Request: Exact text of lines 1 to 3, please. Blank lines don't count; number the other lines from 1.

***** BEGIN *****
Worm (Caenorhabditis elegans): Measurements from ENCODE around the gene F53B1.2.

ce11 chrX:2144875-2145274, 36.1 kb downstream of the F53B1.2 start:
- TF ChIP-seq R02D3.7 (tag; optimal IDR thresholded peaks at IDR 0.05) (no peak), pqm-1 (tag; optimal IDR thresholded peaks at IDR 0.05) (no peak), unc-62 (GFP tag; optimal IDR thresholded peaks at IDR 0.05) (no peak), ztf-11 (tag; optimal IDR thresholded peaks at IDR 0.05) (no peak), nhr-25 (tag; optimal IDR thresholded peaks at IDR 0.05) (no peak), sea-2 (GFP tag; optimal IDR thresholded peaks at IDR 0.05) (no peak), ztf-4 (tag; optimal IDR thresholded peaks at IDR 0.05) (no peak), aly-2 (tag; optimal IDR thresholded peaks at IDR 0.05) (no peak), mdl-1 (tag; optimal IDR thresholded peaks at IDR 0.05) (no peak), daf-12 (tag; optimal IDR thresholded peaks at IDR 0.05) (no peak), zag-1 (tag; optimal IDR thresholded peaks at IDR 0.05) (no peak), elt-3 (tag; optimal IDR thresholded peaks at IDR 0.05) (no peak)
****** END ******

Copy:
Worm (Caenorhabditis elegans): Measurements from ENCODE around the gene F53B1.2.

ce11 chrX:2144875-2145274, 36.1 kb downstream of the F53B1.2 start:
- TF ChIP-seq R02D3.7 (tag; optimal IDR thresholded peaks at IDR 0.05) (no peak), pqm-1 (tag; optimal IDR thresholded peaks at IDR 0.05) (no peak), unc-62 (GFP tag; optimal IDR thresholded peaks at IDR 0.05) (no peak), ztf-11 (tag; optimal IDR thresholded peaks at IDR 0.05) (no peak), nhr-25 (tag; optimal IDR thresholded peaks at IDR 0.05) (no peak), sea-2 (GFP tag; optimal IDR thresholded peaks at IDR 0.05) (no peak), ztf-4 (tag; optimal IDR thresholded peaks at IDR 0.05) (no peak), aly-2 (tag; optimal IDR thresholded peaks at IDR 0.05) (no peak), mdl-1 (tag; optimal IDR thresholded peaks at IDR 0.05) (no peak), daf-12 (tag; optimal IDR thresholded peaks at IDR 0.05) (no peak), zag-1 (tag; optimal IDR thresholded peaks at IDR 0.05) (no peak), elt-3 (tag; optimal IDR thresholded peaks at IDR 0.05) (no peak)